There's never been a claim that any bit of Class B or C airspace in a 30-mile Mode C circle imposes a cap at the altitude of the ceiling of that B or C airspace throughout the entire 30-nm circle for an aircraft with no transponder and no engine-driven electrical system, correct?

    The bit about "below 10,000' MSL" in 91.215(b)(3)(ii) seems completely irrelevant because 91.215(b)(2) doesn't apply above 10,000' MSL anyway.

    So in essence, 91.215 (b) (3)(ii) is construed to ONLY apply within the lateral limits of (i.e. within, above, or below) Class B or C airspace, right?
    If so that is reassuring and suggests that the same will be construed of 91.255(e)(2).

    Here it is below:

    https://www.law.cornell.edu/cfr/text/14/91.225

    (3) Notwithstanding paragraph (b)(2) of this section, any aircraft which was not originally certificated with an engine-driven electrical system or which has not subsequently been certified with such a system installed, balloon or glider may conduct operations in the airspace within 30 nautical miles of an airport listed in appendix D, section 1 of this part provided such operations are conducted -
    (i) Outside any Class A, Class B, or Class C airspace area; and
    (ii) Below the altitude of the ceiling of a Class B or Class C airspace area designated for an airport or 10,000 feet MSL, whichever is lower; and
    Last edited by quietflyer; 06-21-2019 at 02:30 PM.

  5. #15

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    New ADS-B regs ARE more restrictive than xponder regs for a/c w/o electrical systems

    Quote Originally Posted by champ driver View Post
    The way I've read the regs are that if you are exempt from the transponder in that particular airspace, then you are also exempt from the same airspace concerning ADSB.
    That means you can fly your Cub in the mode C Veil without a transponder and ADSB, but not actually in Class B or C airspace.
    Remember Class B, and the Veil that goes with it are two separate airspaces, and with different requirements.
    As I'm now reading the regs, you are right for the most part, except that there is a difference in the construction of FAR 91.215 (transponders) and FAR 91.225 (ADS-B-out) that will have the following consequence:

    Aircraft without engine-driven electrical systems and without ADS-B-out will be barred from flying above ANY underlying Class B or Class C airspace, AT ANY ALTITUDE.

    Currently, aircraft without electric-engine-driven electrical systems and without transponders are barred from flying above underlying Class B or Class C airspace only up to 10,000' MSL.

    Also, under the new rules aircraft with no electrical system and no ADS-B-out won't be able to fly above 10,000' MSL under a Class B or C shelf. The only place this would be an issue appears to under some outlying Class B airspace near KSLC.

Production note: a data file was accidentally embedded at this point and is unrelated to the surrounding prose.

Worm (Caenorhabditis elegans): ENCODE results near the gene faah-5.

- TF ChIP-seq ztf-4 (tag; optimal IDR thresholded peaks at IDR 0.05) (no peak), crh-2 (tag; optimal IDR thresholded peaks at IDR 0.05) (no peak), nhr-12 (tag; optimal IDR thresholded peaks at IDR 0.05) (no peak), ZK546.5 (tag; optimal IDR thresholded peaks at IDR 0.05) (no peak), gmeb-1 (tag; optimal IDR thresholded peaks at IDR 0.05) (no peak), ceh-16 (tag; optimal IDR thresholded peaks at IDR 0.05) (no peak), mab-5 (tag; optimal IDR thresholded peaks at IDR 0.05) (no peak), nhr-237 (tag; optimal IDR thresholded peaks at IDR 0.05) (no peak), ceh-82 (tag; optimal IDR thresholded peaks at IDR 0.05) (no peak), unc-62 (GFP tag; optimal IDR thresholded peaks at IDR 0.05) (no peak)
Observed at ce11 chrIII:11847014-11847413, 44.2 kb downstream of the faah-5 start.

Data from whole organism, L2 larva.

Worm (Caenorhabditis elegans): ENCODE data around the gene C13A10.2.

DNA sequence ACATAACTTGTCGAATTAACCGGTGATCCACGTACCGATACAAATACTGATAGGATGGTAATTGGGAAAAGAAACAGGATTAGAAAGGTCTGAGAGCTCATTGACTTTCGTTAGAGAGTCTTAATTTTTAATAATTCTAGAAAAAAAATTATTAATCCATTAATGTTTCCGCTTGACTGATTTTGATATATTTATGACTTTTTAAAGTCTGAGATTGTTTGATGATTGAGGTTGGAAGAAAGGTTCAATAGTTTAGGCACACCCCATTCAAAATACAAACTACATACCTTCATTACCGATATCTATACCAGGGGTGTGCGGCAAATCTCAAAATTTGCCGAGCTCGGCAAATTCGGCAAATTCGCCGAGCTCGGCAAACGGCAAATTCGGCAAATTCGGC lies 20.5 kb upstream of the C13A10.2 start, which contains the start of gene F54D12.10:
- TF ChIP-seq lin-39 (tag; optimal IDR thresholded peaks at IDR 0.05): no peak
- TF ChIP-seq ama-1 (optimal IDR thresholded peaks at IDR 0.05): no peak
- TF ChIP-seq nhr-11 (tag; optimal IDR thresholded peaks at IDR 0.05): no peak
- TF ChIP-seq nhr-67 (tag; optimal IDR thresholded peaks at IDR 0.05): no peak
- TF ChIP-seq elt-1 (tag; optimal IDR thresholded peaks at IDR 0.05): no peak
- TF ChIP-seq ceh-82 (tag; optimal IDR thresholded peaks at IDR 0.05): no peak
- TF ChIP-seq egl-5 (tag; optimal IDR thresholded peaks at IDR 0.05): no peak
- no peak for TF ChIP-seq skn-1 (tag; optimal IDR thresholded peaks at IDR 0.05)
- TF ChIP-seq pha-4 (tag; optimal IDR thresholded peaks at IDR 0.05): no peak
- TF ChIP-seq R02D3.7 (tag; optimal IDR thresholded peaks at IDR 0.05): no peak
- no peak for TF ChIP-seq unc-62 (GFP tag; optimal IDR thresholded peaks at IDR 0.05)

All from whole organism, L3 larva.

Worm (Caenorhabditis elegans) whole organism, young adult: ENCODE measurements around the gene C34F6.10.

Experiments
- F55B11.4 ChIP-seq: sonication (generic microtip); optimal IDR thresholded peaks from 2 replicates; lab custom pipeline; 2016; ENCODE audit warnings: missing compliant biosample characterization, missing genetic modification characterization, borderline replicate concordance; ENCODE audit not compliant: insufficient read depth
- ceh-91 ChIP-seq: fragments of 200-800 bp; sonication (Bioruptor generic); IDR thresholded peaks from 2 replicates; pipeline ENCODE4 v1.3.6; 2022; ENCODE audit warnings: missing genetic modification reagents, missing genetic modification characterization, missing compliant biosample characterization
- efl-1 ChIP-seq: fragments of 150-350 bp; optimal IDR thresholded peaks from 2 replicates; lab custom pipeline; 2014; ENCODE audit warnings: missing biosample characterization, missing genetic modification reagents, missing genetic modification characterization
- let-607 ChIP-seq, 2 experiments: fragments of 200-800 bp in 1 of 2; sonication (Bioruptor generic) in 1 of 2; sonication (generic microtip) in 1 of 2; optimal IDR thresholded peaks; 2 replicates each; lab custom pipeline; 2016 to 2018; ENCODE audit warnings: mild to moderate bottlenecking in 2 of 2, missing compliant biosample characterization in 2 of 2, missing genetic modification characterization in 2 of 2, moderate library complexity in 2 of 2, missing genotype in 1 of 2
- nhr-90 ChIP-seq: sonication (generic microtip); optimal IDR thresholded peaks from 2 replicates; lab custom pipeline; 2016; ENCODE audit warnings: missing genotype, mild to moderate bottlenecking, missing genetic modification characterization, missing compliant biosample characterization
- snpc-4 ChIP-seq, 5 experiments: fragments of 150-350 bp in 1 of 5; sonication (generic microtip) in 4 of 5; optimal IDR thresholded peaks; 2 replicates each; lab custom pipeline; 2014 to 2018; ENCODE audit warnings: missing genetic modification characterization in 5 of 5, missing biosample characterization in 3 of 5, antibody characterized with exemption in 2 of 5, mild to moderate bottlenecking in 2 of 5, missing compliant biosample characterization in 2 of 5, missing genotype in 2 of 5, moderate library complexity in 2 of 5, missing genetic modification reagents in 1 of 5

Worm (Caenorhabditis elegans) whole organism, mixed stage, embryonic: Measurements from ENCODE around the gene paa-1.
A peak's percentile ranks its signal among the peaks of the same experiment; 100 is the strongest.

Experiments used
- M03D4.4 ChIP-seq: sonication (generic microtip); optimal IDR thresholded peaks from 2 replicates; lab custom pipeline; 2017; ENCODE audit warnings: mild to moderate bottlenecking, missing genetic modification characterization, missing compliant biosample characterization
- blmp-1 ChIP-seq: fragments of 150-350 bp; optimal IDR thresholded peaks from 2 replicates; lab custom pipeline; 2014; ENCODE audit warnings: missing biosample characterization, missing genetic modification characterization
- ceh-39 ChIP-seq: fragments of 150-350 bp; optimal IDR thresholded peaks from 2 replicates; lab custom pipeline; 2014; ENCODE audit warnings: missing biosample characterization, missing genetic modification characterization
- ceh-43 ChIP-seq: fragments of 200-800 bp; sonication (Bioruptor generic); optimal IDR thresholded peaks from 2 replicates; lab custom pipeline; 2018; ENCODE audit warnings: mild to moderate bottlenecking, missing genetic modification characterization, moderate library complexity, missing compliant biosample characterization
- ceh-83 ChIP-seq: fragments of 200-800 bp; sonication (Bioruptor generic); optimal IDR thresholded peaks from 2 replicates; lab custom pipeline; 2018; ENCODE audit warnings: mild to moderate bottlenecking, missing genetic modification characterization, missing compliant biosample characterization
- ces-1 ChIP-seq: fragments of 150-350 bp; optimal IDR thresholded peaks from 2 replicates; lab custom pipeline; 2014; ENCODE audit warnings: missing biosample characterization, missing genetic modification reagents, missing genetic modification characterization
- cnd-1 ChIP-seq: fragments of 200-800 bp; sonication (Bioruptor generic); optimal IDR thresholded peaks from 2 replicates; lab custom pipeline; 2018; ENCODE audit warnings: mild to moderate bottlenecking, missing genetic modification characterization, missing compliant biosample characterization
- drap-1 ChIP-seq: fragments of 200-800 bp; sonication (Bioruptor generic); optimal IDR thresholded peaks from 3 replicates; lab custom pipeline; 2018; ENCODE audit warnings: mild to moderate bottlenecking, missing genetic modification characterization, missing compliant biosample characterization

I've put too many words into this topic already; I'll let you (everyone) look over the regs and puzzle out why I came to the above conclusions.

    I'll just say that it's a function of FAR 91.225(e)(2) and how it appears to be intended to interact with the rest of the regulation.

    https://www.law.cornell.edu/cfr/text/14/91.215
    https://www.law.cornell.edu/cfr/text/14/91.225

    All this is based on the assumption that both 91.215(b)(3)(ii) and 91.255(e)(2) are construed to apply ONLY within the lateral limits (i.e. within, above, or below) Class B or Class C airspace. This is an assumption that seems reasonable and realistic and consistent with how the FAA has treated the existing transponder regs -- but it is also the assumption that is most favorable to aircraft without engine-driven electrical systems. Any other interpretation of these rules might impose considerably more severe restrictions on where aircraft without engine-driven electrical systems and without ADS-B-out may fly.

    The truth is that the "or below 10,000' MSL" clause in 91.215(b)(3)(ii) seems utterly useless. It seems to have no application whatsoever. Yet the fact that it was carried over into 91.255(e)(2) definitely complicates the interpretation of this regulation.

    Sorry it took so long to take to this point of clarity on the how the regs work-- the language is kind of complicated.

    It's possible that even the FAA hasn't really figured this out. I.e., your mileage may (will) vary, if you go ask your local FSDO.

    Steve
    Last edited by quietflyer; 06-22-2019 at 06:54 AM.

  6. #16
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    Another what-if is who has the burden of proof.

    Say Freddie Fed sees my Fly Baby parked at Boeing Field, and yells, "Hey, you don't have ADS-B!" If I then say, "My airplane was not originally certified with an electrical system, and as not been subsequently certified," is it up to Freddie Fed to prove me wrong?

    Mind you, the aircraft records don't say either way.

    Ron Wanttaja

  7. #17

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    In all the years I've owned my Champ, I've never even considered flying above 10,000'.
    So I'm not concerned about the above 10,000' limitation.
    There isn't any Class C airspace around me to worry about either, I am based within the Class B Veil though.

  8. #18

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    confirmation

    Quote Originally Posted by quietflyer View Post
    Quote Originally Posted by champ driver View Post
    The way I've read the regs are that if you are exempt from the transponder in that particular airspace, then you are also exempt from the same airspace concerning ADSB.